SEBI, vide notification dated August 10, 2023 (“August 10 Notification”), has amended the SEBI (FPI) Regulations, 2019 (“FPI Regulations”), to enhance transparency in ownership of FPIs.

August 10 Notification seeks to address the concerns in relation to:

  1. Certain FPIs hold concentrated portion of their equity portfolio in a single investee company/ corporate group. Such concentrated investments raise the possibility that promoters of such investee companies/ corporate groups, or other investors acting in concert, could be using the FPI route for circumventing regulatory requirements like disclosures required under Substantial Acquisition of Shares and Takeovers Regulations, 2011 or maintaining Minimum Public Shareholding in the listed company.
  2. Entities with large Indian equity portfolios potentially disrupting the orderly functioning of Indian securities markets by utilizing the FPI route to circumvent Press Note 3 dated April 17, 2020 (Press Note 3 dated April 17, 2020, is not applicable to FPI investments).
  3. Non identification of natural persons as Beneficial Owners (“BO”) of several FPIs. While the thresholds for identification of BOs of FPIs are specified in Prevention of Money Laundering (Maintenance of records) Rules, 2005 (“PMLR”), it is often observed that no natural person is identified as the BO of several FPIs based on economic interest or ownership interest, since each investor entity in the FPI may be below the threshold prescribed in the PMLR. However, there is a possibility that the same natural person may hold a significant aggregate economic interest in the FPI via various investment entities, each of which are individually below the threshold for identification as a BO as prescribed in PMLR.

 

To allay the above concerns, August 10 Notification has added certain additional obligations in the Regulation 22 of FPI Regulations. The additional obligations provide for provision of such information or documents in relation to the persons with any ownership, economic interest or control, as specified by SEBI, by certain objectively identified FPIs. While August 10 Notification laws down the substantial law, the procedural law including the criteria of FPIs and the documents has been detailed vide circular dated August 24, 2023 (“Circular”), which will come into effect from November 1, 2023. The Circular provides that granular details of all entities holding any ownership, economic interest, or exercising control in the FPI must be provided by FPIs that fulfil any of the following criteria:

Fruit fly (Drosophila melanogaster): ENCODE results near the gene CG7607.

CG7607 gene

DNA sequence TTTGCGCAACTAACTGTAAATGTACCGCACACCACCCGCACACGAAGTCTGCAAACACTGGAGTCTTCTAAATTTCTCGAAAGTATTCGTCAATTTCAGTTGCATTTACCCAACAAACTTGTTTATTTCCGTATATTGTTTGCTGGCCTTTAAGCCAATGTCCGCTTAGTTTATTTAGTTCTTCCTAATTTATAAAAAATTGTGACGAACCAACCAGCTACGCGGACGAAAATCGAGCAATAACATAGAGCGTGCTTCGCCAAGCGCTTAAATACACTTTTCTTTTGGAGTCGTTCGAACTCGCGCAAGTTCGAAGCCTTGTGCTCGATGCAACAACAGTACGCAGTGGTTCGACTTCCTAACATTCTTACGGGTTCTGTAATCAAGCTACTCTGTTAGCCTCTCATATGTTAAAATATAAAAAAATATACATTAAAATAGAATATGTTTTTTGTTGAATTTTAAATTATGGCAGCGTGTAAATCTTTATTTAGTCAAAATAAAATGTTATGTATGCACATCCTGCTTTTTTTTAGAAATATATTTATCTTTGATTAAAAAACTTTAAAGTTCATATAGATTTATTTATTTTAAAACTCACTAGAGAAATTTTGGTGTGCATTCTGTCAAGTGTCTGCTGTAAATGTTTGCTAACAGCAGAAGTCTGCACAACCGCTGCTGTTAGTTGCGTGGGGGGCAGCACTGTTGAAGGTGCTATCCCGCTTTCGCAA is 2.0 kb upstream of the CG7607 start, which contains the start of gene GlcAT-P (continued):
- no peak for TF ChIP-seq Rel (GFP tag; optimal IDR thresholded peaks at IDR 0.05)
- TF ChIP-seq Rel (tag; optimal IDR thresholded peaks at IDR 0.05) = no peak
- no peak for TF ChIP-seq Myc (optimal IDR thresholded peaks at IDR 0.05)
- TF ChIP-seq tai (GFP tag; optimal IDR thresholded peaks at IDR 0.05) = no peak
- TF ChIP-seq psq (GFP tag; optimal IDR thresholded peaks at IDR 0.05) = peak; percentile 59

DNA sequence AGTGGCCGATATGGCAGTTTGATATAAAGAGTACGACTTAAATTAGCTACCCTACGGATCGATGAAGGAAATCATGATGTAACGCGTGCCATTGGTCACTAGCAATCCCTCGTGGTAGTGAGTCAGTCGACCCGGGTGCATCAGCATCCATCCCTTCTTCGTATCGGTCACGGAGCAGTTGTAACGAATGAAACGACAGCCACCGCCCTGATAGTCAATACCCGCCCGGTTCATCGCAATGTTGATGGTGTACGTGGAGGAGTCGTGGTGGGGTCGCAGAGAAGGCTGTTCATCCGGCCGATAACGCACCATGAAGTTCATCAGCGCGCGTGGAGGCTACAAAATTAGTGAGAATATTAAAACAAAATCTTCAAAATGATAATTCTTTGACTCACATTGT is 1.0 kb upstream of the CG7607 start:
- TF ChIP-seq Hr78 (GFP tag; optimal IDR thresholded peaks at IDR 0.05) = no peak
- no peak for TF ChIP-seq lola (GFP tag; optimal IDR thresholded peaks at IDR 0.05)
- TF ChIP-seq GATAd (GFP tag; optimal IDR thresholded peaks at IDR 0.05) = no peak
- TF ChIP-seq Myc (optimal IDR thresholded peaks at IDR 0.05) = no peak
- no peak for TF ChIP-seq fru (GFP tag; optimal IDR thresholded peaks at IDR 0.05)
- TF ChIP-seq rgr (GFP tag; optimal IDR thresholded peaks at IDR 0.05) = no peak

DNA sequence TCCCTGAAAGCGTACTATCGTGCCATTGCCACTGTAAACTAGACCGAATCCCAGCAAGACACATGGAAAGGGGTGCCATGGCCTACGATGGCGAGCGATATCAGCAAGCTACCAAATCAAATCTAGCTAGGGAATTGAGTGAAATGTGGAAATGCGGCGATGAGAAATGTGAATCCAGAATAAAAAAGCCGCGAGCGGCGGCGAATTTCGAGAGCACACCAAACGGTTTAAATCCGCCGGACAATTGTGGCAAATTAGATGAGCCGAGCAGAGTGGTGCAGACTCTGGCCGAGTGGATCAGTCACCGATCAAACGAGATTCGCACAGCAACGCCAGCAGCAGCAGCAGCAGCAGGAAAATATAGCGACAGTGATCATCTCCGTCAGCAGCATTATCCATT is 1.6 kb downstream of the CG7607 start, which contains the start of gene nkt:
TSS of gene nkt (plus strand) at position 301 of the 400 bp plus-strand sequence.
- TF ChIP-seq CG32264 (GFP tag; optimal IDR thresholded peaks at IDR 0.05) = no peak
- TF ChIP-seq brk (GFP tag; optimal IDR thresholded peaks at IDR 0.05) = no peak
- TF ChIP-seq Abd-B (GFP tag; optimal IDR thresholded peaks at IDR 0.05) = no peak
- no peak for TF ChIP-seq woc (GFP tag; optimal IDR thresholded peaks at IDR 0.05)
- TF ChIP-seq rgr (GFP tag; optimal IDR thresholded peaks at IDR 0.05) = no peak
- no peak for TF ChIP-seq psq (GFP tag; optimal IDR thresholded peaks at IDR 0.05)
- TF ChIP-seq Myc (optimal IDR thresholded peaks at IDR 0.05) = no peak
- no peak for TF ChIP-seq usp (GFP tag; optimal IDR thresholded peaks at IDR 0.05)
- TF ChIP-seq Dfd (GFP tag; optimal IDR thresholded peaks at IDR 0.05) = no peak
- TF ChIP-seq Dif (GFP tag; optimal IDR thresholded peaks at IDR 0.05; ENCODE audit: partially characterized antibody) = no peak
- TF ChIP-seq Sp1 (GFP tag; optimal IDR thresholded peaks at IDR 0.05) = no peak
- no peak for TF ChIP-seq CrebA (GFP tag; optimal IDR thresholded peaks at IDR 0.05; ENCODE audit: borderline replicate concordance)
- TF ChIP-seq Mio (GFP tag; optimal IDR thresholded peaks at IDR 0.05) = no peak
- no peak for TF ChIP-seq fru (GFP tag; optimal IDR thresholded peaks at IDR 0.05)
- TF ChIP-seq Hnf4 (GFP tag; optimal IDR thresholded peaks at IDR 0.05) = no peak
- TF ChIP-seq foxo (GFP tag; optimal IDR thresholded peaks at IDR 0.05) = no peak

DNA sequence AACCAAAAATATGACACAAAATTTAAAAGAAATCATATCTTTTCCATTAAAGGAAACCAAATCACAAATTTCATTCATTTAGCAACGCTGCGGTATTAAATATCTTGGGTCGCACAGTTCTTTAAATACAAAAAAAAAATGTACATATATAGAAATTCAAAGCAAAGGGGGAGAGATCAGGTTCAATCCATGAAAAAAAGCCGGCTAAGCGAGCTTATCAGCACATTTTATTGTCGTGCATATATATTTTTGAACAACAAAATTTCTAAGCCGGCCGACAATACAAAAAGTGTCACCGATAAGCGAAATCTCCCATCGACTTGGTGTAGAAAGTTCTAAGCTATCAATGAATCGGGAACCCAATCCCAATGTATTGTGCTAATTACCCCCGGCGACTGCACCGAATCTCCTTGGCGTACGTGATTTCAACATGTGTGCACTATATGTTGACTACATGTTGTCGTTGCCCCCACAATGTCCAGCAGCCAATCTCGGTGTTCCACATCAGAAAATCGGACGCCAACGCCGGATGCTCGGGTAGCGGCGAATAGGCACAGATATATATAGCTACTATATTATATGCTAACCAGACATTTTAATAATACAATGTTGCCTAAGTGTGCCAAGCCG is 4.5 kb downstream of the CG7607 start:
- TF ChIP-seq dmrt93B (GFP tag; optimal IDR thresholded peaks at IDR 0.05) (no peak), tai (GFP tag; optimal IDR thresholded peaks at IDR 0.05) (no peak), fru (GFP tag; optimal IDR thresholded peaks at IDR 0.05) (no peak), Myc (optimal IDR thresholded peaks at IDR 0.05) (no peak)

1. FPIs holding more than 50% of their Indian equity Assets Under Management (“AUM”) in a single Indian corporate group;
  2. FPIs that individually, or along with their investor group hold more than INR 25,000 crore (Indian Rupees twenty five thousand crore) of equity AUM in the Indian markets;

 

The following FPIs are not required to make the disclosures:

  1. government and government related investors registered as FPIs under Regulation 5 (a) (i) of the FPI Regulations;
  2. public retail funds as defined under Regulation 22(4) of the FPI Regulations;
  3. exchange traded funds (with less than 50% exposure to India and India-related equity securities) and entities listed on specified exchanges of the permissible jurisdictions as may be notified by the SEBI; and
  4. pooled investment vehicles registered with/ regulated by a Government/ regulatory authority in their home jurisdiction/ country of incorporation/ establishment/ formation.

 

Special rights to unitholders and role of sponsor in Real Estate Investment Trusts (“REITs”) and Infrastructure Investment Trusts (“InvITs”)